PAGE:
Ninja manga series “Naruto” on Nov. 10 marked the grand finale of its phenomenal 15-year run that gained international fame and surprised even its creator.
The manga work, written and illustrated by Masashi Kishimoto, appeared in Shueisha Inc.’s Weekly Shonen Jump comic anthology.
The story centers around the eponymous character who cooperates with friends, rises above his rivals and mentally and physically grows to become the greatest ninja.
The ninja saga, along with Eiichiro Oda’s “One Piece” pirate manga series, has been the driving force behind the popularity of Jump magazine.
Spanning 71 volumes, “Naruto” was also a big hit overseas, with global sales topping 200 million copies as of September.
Fifteen years after the adventurous story of Naruto first appeared in the magazine in 1999, the young ninja, who used to be seen as a dropout, finally saves the world from destruction and completes his long, difficult path in the manga’s 700th episode.
The Asahi Shimbun conducted an exclusive interview with reclusive manga artist Kishimoto just hours after he completed Naruto’s journey. Excerpts from the interview follow:
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Question: What are you feeling now?
Kishimoto: Because I just completed the last episode less than 12 hours ago, I do not have any real feeling (that “Naruto” has ended). I have had to meet a deadline every week for 15 years, so I feel that there’s a deadline for next week. I thought of many things to do after (“Naruto”) ends, but I do not know where to begin. I want to do something other than manga. Don’t worry, I will continue creating manga.
Q: When did you decide how to end “Naruto”?
A: Since the work was first serialized, I have been determined to end the manga series with the battle between protagonist Naruto and Sasuke, who has been his rival since the start of the story. I later decided on the details, little by little, such as whether they would fight each other as friends or enemies, their feelings and dialogues, while I was drawing the series. Around two years ago, I began to feel the story was approaching the finale.
When the series started, the editor responsible for my work told me, “Continue the series for at least five years.” The tough work of continuing to draw “Naruto” for the weekly magazine occasionally made me think that I would like to finish the series. I did not think “Naruto” would last for 15 years.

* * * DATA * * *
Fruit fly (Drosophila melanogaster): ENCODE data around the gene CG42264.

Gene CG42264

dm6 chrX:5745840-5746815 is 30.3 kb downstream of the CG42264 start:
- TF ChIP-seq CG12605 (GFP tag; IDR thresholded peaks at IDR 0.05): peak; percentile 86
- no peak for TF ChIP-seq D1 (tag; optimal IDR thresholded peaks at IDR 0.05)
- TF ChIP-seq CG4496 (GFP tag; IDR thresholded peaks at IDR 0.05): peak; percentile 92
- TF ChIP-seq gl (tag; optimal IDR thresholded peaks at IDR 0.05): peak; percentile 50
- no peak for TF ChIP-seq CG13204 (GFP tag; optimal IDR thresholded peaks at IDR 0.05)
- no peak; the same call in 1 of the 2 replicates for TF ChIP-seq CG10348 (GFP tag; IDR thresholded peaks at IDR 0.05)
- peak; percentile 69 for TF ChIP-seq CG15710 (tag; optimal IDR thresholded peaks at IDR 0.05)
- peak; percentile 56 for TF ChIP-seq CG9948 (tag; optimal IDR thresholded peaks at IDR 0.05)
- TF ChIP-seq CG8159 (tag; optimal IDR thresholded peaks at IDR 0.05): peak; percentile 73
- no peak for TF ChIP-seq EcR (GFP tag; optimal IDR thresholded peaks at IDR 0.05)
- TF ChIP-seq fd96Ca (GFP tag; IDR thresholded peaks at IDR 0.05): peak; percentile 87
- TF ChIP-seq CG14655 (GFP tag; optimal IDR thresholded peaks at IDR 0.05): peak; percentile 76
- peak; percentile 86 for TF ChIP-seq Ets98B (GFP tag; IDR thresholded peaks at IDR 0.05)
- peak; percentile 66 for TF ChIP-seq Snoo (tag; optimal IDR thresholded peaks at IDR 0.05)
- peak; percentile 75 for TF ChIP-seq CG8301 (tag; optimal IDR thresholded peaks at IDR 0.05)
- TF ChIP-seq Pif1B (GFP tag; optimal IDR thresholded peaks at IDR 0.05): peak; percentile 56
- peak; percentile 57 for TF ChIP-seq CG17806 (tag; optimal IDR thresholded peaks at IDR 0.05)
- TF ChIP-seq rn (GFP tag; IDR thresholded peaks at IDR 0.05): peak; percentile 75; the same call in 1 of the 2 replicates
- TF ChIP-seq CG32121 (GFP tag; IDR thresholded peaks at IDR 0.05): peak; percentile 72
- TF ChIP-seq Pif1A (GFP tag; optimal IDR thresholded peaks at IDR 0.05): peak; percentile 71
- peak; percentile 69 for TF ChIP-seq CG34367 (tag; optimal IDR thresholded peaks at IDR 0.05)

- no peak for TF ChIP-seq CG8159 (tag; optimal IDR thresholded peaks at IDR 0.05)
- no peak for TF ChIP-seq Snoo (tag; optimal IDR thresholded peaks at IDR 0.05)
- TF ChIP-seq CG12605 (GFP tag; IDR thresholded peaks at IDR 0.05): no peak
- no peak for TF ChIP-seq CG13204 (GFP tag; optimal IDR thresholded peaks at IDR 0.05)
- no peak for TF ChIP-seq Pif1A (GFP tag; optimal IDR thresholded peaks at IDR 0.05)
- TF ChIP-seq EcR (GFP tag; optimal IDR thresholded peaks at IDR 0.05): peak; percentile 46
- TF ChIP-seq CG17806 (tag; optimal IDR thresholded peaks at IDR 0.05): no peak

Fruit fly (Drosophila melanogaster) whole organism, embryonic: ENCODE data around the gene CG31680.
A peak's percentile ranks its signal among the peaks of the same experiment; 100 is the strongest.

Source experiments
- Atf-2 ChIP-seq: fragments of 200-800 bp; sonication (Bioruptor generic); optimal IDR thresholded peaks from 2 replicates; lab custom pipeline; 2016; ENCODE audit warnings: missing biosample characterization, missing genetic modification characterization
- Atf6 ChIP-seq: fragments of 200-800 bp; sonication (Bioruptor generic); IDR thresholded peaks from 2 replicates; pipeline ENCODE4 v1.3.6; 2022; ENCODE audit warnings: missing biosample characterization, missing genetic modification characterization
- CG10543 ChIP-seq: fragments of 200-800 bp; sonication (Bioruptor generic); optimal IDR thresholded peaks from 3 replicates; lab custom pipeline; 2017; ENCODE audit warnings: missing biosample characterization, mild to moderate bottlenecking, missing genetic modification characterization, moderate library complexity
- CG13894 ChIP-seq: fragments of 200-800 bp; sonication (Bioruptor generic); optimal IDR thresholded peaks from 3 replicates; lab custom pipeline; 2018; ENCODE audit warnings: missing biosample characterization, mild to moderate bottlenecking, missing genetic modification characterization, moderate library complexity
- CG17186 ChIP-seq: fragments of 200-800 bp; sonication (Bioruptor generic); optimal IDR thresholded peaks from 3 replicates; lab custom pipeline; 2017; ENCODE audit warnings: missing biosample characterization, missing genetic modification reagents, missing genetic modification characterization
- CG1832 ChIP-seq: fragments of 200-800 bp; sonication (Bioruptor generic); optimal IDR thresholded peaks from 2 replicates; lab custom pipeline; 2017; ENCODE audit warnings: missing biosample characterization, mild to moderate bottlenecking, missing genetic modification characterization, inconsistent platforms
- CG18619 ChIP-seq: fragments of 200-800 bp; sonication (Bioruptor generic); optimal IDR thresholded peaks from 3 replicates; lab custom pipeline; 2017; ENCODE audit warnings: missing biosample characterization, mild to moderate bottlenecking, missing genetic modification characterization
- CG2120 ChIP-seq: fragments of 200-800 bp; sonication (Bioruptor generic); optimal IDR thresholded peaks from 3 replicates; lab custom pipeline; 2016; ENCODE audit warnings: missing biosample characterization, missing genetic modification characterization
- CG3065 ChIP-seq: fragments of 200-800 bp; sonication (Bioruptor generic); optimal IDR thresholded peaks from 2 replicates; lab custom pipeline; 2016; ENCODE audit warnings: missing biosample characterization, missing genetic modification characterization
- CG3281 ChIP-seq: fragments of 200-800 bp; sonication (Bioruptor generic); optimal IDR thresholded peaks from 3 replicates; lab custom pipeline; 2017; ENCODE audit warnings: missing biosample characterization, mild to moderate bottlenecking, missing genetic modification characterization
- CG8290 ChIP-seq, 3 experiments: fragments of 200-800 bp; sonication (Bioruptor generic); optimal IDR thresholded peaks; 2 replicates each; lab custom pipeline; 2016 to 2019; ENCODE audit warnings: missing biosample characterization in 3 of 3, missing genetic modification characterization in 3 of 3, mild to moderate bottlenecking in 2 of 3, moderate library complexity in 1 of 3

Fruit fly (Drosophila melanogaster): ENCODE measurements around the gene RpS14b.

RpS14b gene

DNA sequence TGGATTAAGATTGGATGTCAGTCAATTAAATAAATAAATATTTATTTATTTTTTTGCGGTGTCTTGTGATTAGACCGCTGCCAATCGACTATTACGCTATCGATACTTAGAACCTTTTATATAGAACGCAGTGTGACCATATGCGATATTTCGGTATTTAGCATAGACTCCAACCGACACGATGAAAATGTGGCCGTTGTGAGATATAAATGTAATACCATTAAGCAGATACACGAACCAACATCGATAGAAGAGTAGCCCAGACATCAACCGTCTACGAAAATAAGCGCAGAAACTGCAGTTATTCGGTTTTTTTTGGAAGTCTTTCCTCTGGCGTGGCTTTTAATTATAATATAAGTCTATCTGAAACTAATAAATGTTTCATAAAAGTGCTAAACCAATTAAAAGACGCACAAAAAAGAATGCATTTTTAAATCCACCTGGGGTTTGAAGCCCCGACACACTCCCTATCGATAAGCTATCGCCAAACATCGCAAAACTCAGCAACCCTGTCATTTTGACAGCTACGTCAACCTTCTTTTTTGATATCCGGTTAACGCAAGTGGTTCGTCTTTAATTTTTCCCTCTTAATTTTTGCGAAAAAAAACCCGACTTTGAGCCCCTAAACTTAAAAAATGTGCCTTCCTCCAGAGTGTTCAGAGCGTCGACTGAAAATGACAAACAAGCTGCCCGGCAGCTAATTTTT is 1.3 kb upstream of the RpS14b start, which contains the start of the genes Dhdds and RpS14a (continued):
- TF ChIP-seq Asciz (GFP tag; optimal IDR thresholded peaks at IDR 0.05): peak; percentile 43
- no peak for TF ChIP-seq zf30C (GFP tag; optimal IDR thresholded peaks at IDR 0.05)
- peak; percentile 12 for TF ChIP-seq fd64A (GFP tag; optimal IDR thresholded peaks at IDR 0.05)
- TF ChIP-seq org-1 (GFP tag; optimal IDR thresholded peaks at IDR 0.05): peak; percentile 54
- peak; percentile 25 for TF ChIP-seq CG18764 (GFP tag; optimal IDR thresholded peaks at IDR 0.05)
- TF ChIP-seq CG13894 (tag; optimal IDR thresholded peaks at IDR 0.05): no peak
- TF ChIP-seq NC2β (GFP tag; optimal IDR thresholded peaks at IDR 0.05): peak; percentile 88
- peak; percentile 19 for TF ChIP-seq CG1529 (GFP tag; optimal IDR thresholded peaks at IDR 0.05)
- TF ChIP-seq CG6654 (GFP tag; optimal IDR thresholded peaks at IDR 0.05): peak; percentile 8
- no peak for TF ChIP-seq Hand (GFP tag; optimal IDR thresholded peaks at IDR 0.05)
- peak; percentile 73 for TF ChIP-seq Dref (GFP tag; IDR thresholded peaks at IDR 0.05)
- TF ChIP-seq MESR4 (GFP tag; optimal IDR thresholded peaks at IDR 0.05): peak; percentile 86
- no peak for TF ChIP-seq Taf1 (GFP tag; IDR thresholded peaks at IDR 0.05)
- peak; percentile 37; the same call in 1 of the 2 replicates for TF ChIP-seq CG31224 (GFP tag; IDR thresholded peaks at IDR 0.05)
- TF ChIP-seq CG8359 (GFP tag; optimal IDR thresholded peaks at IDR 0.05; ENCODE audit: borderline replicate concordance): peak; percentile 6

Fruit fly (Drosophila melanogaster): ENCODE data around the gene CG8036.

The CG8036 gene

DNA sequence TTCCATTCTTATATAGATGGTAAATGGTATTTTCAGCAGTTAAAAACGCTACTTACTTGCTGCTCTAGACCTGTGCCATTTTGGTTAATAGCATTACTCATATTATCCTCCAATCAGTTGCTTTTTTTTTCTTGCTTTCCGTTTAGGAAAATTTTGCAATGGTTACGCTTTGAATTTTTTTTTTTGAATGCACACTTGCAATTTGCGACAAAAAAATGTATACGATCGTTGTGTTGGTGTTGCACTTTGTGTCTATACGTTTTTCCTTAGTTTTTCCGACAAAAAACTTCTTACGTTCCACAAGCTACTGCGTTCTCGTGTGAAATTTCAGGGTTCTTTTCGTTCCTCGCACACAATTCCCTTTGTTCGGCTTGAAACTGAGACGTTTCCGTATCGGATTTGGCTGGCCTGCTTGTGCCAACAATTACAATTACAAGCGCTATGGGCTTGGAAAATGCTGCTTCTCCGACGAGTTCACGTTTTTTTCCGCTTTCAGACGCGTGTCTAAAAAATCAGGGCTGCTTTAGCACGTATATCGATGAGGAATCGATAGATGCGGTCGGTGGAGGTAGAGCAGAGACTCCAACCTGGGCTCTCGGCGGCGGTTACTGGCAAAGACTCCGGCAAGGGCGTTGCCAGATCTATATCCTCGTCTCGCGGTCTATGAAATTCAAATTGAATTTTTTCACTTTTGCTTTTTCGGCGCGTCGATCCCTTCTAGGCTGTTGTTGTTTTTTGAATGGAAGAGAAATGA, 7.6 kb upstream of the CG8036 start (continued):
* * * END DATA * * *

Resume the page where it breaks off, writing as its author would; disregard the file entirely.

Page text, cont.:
The story lasted for such a long period because the characters “stuck it out.” When I attempted to quickly offer an answer (to issues raised in the story), the characters did not allow me to do so. If I had made them act as I wished, the reality would have been lost.
Because manga artists are always working inside rooms, it is difficult for us to see firsthand if our works are really popular. It was not until I received many fan letters from overseas that I realized (“Naruto” is) popular outside Japan. Some of those letters are written in languages I do not know, so I understand that my work is read by people in various countries.
One fan mail contained a photograph of a small child dressed as Naruto striking a pose. Such attachments make me happy.
Q: Were you conscious of “One Piece”?
A: It is impossible to be unconscious. (Both “Naruto” and “One Piece”) are serialized in the same magazine, and “One Piece” has always been running ahead of the pack. I have been able to work so hard writing “Naruto” thanks to “One Piece.”
Q: You will turn 40 years old on Nov. 8. How do you feel about that?
A: I remain a child in terms of mentality. Nothing has changed from age 25, when the series started. I just worked at the desk to create high-quality, interesting manga, and 15 years passed before I knew it.
Q: What would you want to tell your old self?
A: I hope to tell my 23- or 24-year-old self, who painted Naruto and other characters on copy paper just as I wanted on the veranda of my family’s home: “Cherish him. You will write a serial manga for 15 years using the character.”
(This article is based on an interview by Atsushi Ohara.)
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Editor’s note: This is the first article in a special AJW series featuring the “Naruto” ninja saga and its creator, Masashi Kishimoto. Special feature pages on “Naruto” will be available soon on our Japanese website (http://www.asahi.com/special/naruto/).
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